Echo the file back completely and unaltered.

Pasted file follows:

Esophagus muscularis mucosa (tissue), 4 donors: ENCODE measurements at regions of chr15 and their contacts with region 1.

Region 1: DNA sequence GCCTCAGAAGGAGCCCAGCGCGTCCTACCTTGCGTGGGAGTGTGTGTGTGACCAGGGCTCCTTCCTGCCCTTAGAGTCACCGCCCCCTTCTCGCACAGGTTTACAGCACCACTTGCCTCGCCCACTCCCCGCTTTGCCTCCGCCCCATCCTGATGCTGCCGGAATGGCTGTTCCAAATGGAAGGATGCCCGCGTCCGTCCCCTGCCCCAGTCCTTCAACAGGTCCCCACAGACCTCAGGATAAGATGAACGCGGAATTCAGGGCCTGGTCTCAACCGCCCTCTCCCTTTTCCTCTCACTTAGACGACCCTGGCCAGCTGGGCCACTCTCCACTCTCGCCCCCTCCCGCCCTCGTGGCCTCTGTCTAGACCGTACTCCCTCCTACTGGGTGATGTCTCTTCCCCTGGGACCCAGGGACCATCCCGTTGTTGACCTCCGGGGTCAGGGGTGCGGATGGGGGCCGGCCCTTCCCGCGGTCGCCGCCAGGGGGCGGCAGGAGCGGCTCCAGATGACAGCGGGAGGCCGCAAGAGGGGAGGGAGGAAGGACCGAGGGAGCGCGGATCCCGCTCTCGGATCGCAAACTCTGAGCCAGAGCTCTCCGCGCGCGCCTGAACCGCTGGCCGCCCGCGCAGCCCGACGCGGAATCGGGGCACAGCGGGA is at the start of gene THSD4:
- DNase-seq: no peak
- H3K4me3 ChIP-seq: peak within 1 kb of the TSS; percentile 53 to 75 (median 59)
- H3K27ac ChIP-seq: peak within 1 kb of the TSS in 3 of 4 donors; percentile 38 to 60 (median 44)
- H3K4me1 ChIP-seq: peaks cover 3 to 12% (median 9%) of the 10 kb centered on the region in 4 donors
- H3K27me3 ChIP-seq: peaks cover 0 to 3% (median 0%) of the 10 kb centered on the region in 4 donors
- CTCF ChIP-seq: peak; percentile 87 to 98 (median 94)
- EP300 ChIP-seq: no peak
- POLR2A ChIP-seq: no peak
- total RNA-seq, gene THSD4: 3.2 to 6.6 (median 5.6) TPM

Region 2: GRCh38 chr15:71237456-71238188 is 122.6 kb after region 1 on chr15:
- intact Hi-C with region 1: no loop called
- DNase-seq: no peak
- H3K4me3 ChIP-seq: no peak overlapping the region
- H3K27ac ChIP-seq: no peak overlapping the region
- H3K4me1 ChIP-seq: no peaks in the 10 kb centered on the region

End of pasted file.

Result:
Esophagus muscularis mucosa (tissue), 4 donors: ENCODE measurements at regions of chr15 and their contacts with region 1.

Region 1: DNA sequence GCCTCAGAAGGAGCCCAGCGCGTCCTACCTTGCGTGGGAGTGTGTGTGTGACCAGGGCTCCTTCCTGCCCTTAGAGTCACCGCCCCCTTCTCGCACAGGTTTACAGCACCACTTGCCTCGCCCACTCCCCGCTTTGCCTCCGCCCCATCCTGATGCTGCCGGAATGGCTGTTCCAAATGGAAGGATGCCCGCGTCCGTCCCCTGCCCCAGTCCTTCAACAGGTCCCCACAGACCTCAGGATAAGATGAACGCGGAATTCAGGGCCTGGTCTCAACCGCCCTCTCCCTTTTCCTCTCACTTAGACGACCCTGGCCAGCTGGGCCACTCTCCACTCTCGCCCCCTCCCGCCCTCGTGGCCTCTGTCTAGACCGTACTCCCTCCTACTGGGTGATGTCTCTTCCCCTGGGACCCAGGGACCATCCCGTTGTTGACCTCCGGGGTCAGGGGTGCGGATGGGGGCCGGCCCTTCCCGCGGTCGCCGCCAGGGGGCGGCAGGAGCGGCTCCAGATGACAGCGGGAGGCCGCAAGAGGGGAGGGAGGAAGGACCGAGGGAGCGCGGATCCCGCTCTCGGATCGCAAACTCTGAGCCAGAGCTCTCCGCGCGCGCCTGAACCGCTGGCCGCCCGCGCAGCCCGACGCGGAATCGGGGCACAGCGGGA is at the start of gene THSD4:
- DNase-seq: no peak
- H3K4me3 ChIP-seq: peak within 1 kb of the TSS; percentile 53 to 75 (median 59)
- H3K27ac ChIP-seq: peak within 1 kb of the TSS in 3 of 4 donors; percentile 38 to 60 (median 44)
- H3K4me1 ChIP-seq: peaks cover 3 to 12% (median 9%) of the 10 kb centered on the region in 4 donors
- H3K27me3 ChIP-seq: peaks cover 0 to 3% (median 0%) of the 10 kb centered on the region in 4 donors
- CTCF ChIP-seq: peak; percentile 87 to 98 (median 94)
- EP300 ChIP-seq: no peak
- POLR2A ChIP-seq: no peak
- total RNA-seq, gene THSD4: 3.2 to 6.6 (median 5.6) TPM

Region 2: GRCh38 chr15:71237456-71238188 is 122.6 kb after region 1 on chr15:
- intact Hi-C with region 1: no loop called
- DNase-seq: no peak
- H3K4me3 ChIP-seq: no peak overlapping the region
- H3K27ac ChIP-seq: no peak overlapping the region
- H3K4me1 ChIP-seq: no peaks in the 10 kb centered on the region